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That results in shots like what you see above, where the lower half of my face is properly exposed, but my forehead and hat are considerably blurrier. That said, I prefer ZTE's method of lighting the scene to Motorola's, which, again, tries far too hard to dial in more saturation that necessary. Processing power is usually at odds with price, and the Blade Max View is further proof of that.

More casual titles like Super Mario Run are well within the Blade Max View's wheelhouse; the phone gets warm to the touch, but the experience is at least smooth. The Blade Max View's delivered underwhelming results in Geekbench 4, a test of overall performance.

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There, the device topped out with a multicore score of 2, — about 1, points behind the Moto G6 and its peppier Snapdragon silicon. The Blade Max View may have its fair share of shortcomings, though running out of juice too quickly isn't one of them. ZTE's latest budget offering lasted nearly 13 hours in our battery test, calling it quits after an impressive 12 hours and 48 minutes.

That's several hours longer than the vast majority of devices in its price range, and can be attributed to the device's beefy 4,mAh power pack. Unfortunately, one other thing that can be attributed to that massive battery is how long the Blade Max View takes to grab a full charge. The Blade Max View's efficiency certainly makes the lengthy charging times easier to swallow. However, considering the phone needs a long overnight charge to be usable the next day, it's still not spectacularly easy to live with.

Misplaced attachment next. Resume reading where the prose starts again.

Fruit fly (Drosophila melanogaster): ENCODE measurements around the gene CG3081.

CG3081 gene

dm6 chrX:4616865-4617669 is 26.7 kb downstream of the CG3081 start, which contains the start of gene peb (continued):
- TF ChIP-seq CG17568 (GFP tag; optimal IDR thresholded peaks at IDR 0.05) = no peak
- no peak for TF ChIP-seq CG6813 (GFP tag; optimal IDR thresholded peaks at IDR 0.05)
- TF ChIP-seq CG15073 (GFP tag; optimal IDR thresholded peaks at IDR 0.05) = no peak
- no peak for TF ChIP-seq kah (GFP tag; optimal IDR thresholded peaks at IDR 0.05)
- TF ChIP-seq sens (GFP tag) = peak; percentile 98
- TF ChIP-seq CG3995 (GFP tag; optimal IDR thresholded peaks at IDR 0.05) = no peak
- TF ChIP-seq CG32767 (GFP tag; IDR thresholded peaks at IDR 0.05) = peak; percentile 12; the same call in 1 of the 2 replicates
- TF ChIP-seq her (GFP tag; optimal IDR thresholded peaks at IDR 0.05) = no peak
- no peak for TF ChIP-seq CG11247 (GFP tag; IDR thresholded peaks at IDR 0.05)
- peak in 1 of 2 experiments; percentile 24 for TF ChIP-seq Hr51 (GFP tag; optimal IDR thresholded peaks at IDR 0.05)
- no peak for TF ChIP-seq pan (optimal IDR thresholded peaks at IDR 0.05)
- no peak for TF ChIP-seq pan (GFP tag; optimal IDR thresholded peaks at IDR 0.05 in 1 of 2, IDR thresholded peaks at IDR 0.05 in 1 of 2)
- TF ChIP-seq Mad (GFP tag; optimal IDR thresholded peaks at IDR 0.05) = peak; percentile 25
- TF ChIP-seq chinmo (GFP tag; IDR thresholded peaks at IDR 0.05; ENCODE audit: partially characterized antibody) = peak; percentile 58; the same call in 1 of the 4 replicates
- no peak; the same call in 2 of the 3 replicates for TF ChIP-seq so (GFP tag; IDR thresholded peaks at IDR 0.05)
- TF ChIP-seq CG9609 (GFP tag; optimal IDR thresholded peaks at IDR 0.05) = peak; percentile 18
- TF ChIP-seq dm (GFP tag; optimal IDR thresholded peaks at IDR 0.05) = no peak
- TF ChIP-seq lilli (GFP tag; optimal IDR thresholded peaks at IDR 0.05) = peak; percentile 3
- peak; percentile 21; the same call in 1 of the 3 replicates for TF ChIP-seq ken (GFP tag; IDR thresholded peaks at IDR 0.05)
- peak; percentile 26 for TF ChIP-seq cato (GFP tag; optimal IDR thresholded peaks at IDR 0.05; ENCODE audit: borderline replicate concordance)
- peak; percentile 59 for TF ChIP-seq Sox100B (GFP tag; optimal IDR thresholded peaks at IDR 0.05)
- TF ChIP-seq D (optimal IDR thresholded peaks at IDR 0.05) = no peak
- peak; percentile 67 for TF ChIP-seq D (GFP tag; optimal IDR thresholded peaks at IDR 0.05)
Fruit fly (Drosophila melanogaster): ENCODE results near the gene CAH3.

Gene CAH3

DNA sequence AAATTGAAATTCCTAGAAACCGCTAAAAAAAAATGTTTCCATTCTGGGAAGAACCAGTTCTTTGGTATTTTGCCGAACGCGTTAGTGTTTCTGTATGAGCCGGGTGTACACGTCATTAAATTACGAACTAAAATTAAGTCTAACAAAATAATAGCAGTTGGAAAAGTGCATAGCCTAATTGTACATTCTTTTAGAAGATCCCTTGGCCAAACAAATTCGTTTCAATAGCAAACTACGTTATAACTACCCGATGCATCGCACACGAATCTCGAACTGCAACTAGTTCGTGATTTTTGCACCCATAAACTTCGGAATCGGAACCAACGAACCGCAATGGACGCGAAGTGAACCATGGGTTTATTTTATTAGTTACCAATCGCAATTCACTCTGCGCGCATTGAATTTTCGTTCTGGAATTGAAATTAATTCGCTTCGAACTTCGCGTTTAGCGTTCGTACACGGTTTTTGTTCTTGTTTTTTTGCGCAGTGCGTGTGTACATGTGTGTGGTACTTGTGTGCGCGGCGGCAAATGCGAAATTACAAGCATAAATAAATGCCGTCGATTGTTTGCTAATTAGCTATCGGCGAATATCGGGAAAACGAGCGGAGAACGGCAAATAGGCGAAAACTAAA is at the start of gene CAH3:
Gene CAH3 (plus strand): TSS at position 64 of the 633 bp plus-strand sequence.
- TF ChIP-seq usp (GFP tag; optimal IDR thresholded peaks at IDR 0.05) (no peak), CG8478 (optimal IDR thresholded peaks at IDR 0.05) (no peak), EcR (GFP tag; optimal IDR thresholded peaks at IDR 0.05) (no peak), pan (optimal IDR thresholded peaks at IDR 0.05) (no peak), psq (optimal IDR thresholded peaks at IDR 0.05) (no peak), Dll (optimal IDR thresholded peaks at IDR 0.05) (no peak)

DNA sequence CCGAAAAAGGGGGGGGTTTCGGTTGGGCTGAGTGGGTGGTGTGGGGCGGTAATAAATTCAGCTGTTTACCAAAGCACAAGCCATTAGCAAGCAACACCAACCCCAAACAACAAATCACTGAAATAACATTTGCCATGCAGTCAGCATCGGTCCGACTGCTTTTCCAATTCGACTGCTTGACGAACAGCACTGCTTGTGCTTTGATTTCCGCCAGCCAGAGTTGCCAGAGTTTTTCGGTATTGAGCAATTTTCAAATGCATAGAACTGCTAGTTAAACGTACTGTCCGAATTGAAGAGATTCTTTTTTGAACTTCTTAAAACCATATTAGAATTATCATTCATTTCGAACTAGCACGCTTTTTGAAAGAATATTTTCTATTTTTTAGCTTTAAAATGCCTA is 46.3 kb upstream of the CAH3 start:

There's really no excuse to launch a smartphone at any price with software that's two years out of date, yet that's exactly what ZTE has done with the Blade Max View. ZTE recently pushed out an update to Android 8. And it's not even a clean install at that — ZTE's flavor of Android is stock in some ways, but unnecessarily duplicates most of Google's apps and services. That means you get a second internet browser that is worse than Chrome and strangely can't be disabled, as well as an extra photo gallery and music player that you'll probably never use.

While I appreciate the spacious display, maybe quite not so much of it needs to be taken by oversize navigation keys. And who thought it'd be a good idea to replace Android's traditional swipe-up-to-unlock behavior with a press-and-hold? Considering Oreo only just became available, we wouldn't hold out hope for an update to Android 9 Pie during the device's life span. Perhaps ZTE should have just kept things simple and gone the Android One route, as budget phone specialists Nokia and Motorola have done lately to great success.

It has a decent display, lasts pretty long on a charge and provides you with some respectable cameras for what little you're paying. The problem is, that's not really enough to get our attention in a very crowded market for budget phones, where serviceable full-HD LCD screens are not hard to come by, and energy-efficient mobile chipsets typically grant long battery life.